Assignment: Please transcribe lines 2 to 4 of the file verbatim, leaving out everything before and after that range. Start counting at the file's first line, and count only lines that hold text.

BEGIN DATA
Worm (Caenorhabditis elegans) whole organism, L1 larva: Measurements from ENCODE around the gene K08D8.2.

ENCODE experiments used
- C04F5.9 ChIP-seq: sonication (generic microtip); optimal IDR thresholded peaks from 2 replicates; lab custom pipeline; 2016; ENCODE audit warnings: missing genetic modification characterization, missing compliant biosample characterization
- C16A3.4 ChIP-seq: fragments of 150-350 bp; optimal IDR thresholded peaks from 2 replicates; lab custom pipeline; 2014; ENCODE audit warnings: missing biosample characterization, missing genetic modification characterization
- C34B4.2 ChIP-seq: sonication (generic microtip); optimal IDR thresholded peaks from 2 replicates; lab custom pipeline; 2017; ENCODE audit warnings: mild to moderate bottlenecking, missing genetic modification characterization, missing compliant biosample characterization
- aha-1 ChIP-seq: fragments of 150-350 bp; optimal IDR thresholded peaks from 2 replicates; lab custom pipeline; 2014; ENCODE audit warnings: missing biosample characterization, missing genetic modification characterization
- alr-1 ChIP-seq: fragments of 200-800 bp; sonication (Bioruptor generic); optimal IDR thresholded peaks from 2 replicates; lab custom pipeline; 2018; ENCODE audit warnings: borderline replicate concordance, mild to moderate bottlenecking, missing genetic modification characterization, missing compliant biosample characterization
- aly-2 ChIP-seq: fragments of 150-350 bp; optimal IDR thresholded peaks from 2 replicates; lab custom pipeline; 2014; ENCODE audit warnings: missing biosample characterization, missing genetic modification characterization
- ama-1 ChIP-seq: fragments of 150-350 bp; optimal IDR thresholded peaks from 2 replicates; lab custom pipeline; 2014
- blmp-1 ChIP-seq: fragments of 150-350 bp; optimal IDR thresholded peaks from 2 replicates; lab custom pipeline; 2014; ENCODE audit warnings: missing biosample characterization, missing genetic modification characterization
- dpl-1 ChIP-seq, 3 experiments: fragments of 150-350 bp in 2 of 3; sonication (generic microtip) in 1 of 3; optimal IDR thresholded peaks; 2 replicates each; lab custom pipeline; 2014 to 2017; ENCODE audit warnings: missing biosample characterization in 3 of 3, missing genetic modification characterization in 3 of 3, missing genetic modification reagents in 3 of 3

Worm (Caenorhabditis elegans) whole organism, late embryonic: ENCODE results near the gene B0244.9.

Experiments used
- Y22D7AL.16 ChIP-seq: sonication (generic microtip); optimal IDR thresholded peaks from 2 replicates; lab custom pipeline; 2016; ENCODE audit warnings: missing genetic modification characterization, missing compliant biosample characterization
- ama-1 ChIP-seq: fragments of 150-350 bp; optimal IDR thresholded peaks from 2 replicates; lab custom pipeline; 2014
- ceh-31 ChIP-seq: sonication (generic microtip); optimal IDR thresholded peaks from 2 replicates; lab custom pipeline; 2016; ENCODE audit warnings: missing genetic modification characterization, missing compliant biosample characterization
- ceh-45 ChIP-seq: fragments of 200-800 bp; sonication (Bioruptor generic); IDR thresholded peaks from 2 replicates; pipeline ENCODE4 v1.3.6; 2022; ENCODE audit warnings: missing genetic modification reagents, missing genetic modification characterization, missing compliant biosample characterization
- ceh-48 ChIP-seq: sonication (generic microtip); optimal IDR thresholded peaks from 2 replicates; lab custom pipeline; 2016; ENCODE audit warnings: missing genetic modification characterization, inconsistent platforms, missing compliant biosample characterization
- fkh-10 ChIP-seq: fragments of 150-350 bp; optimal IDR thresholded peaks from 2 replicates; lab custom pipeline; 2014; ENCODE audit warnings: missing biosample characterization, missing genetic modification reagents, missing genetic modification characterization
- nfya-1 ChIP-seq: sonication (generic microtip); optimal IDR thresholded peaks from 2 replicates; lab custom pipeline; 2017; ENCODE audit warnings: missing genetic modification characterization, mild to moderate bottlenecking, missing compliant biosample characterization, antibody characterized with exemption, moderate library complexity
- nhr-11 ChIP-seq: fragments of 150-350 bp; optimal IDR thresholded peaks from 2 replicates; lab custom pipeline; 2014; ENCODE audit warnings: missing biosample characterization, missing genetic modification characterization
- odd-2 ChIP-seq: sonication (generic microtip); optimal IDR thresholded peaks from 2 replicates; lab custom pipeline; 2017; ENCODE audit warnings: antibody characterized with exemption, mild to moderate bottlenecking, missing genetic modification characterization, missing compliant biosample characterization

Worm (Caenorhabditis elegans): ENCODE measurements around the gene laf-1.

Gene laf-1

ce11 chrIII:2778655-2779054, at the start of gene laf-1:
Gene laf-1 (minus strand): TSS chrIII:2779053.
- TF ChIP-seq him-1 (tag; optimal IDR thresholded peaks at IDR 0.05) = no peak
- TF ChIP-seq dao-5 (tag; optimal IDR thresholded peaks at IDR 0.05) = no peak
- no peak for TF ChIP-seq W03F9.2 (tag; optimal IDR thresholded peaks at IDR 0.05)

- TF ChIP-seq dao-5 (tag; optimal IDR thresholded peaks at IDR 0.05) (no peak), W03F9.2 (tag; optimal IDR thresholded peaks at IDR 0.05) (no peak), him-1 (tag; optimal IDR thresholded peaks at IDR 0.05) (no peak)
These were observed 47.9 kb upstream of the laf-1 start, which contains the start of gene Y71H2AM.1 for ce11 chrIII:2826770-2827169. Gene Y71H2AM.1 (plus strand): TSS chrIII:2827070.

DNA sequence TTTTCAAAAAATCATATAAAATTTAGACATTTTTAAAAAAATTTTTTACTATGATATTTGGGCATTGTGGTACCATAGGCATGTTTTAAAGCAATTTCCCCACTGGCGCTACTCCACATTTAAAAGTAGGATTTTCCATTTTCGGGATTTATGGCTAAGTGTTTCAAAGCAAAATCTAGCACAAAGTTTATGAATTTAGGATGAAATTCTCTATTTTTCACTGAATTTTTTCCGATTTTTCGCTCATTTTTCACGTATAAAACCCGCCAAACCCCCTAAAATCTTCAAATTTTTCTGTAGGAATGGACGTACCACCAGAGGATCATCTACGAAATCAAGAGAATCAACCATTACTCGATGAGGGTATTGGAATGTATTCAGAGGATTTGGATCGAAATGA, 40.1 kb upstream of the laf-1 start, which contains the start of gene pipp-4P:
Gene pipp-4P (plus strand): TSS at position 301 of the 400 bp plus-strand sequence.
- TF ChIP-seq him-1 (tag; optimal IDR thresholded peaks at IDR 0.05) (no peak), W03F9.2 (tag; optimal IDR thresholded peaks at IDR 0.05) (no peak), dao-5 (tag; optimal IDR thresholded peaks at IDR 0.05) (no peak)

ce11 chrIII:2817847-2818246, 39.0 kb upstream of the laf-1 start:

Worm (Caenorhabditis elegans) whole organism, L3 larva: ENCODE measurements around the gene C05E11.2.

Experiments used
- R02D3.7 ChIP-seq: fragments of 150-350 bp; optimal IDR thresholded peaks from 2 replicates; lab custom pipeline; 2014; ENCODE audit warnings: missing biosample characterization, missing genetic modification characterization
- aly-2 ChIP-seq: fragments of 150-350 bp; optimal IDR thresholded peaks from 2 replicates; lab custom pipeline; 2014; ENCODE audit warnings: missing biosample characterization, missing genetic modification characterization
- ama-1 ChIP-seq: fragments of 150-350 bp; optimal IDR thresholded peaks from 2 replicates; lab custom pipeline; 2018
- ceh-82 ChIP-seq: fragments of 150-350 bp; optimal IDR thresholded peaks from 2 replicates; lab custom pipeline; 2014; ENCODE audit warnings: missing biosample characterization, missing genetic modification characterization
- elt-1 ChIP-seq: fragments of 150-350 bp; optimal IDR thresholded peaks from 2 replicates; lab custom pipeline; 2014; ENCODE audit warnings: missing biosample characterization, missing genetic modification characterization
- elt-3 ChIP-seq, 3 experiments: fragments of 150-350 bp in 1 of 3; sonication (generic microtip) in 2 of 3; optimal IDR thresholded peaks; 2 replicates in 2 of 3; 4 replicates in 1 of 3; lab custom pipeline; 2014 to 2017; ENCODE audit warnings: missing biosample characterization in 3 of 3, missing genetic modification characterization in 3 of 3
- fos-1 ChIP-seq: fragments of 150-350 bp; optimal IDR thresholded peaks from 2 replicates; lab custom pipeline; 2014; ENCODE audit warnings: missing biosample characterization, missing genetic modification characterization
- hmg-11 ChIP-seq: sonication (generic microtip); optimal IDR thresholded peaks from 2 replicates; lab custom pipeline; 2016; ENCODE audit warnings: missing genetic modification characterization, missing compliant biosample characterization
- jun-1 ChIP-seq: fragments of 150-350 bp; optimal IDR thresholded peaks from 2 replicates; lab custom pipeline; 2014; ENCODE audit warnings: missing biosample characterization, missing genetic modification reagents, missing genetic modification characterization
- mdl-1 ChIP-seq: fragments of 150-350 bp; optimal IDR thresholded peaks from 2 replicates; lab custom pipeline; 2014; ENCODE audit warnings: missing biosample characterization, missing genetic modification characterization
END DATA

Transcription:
ENCODE experiments used
- C04F5.9 ChIP-seq: sonication (generic microtip); optimal IDR thresholded peaks from 2 replicates; lab custom pipeline; 2016; ENCODE audit warnings: missing genetic modification characterization, missing compliant biosample characterization
- C16A3.4 ChIP-seq: fragments of 150-350 bp; optimal IDR thresholded peaks from 2 replicates; lab custom pipeline; 2014; ENCODE audit warnings: missing biosample characterization, missing genetic modification characterization